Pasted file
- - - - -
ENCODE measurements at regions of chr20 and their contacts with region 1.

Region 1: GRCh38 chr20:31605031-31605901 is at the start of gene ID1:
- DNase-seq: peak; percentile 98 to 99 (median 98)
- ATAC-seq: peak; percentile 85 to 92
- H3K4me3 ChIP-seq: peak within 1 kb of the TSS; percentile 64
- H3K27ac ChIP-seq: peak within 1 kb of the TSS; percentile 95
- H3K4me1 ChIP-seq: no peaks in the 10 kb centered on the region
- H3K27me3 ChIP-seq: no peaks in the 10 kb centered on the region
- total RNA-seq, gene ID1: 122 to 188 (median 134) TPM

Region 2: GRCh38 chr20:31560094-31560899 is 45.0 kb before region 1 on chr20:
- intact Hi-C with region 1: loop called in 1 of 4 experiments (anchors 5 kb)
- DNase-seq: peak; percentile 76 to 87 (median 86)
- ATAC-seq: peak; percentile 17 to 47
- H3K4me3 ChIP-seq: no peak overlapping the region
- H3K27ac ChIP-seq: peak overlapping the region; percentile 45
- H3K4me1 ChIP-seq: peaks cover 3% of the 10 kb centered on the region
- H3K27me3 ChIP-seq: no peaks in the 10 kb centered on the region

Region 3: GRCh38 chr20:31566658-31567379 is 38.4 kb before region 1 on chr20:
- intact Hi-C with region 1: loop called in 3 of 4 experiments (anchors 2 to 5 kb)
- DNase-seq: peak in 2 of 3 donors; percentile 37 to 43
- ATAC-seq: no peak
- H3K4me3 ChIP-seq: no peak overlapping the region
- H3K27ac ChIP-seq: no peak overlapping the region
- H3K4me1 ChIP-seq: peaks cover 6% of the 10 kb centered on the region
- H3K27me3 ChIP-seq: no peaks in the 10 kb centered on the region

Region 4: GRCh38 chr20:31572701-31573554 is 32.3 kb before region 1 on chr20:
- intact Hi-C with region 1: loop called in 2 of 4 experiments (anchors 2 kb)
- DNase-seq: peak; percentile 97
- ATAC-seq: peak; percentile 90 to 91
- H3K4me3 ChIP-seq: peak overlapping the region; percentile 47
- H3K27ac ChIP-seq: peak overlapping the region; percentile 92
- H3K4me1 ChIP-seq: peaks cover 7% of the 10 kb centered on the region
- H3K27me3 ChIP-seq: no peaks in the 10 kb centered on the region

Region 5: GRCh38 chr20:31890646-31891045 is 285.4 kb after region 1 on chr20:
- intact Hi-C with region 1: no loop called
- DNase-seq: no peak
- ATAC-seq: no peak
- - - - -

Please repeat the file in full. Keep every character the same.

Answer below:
ENCODE measurements at regions of chr20 and their contacts with region 1.

Region 1: GRCh38 chr20:31605031-31605901 is at the start of gene ID1:
- DNase-seq: peak; percentile 98 to 99 (median 98)
- ATAC-seq: peak; percentile 85 to 92
- H3K4me3 ChIP-seq: peak within 1 kb of the TSS; percentile 64
- H3K27ac ChIP-seq: peak within 1 kb of the TSS; percentile 95
- H3K4me1 ChIP-seq: no peaks in the 10 kb centered on the region
- H3K27me3 ChIP-seq: no peaks in the 10 kb centered on the region
- total RNA-seq, gene ID1: 122 to 188 (median 134) TPM

Region 2: GRCh38 chr20:31560094-31560899 is 45.0 kb before region 1 on chr20:
- intact Hi-C with region 1: loop called in 1 of 4 experiments (anchors 5 kb)
- DNase-seq: peak; percentile 76 to 87 (median 86)
- ATAC-seq: peak; percentile 17 to 47
- H3K4me3 ChIP-seq: no peak overlapping the region
- H3K27ac ChIP-seq: peak overlapping the region; percentile 45
- H3K4me1 ChIP-seq: peaks cover 3% of the 10 kb centered on the region
- H3K27me3 ChIP-seq: no peaks in the 10 kb centered on the region

Region 3: GRCh38 chr20:31566658-31567379 is 38.4 kb before region 1 on chr20:
- intact Hi-C with region 1: loop called in 3 of 4 experiments (anchors 2 to 5 kb)
- DNase-seq: peak in 2 of 3 donors; percentile 37 to 43
- ATAC-seq: no peak
- H3K4me3 ChIP-seq: no peak overlapping the region
- H3K27ac ChIP-seq: no peak overlapping the region
- H3K4me1 ChIP-seq: peaks cover 6% of the 10 kb centered on the region
- H3K27me3 ChIP-seq: no peaks in the 10 kb centered on the region

Region 4: GRCh38 chr20:31572701-31573554 is 32.3 kb before region 1 on chr20:
- intact Hi-C with region 1: loop called in 2 of 4 experiments (anchors 2 kb)
- DNase-seq: peak; percentile 97
- ATAC-seq: peak; percentile 90 to 91
- H3K4me3 ChIP-seq: peak overlapping the region; percentile 47
- H3K27ac ChIP-seq: peak overlapping the region; percentile 92
- H3K4me1 ChIP-seq: peaks cover 7% of the 10 kb centered on the region
- H3K27me3 ChIP-seq: no peaks in the 10 kb centered on the region

Region 5: GRCh38 chr20:31890646-31891045 is 285.4 kb after region 1 on chr20:
- intact Hi-C with region 1: no loop called
- DNase-seq: no peak
- ATAC-seq: no peak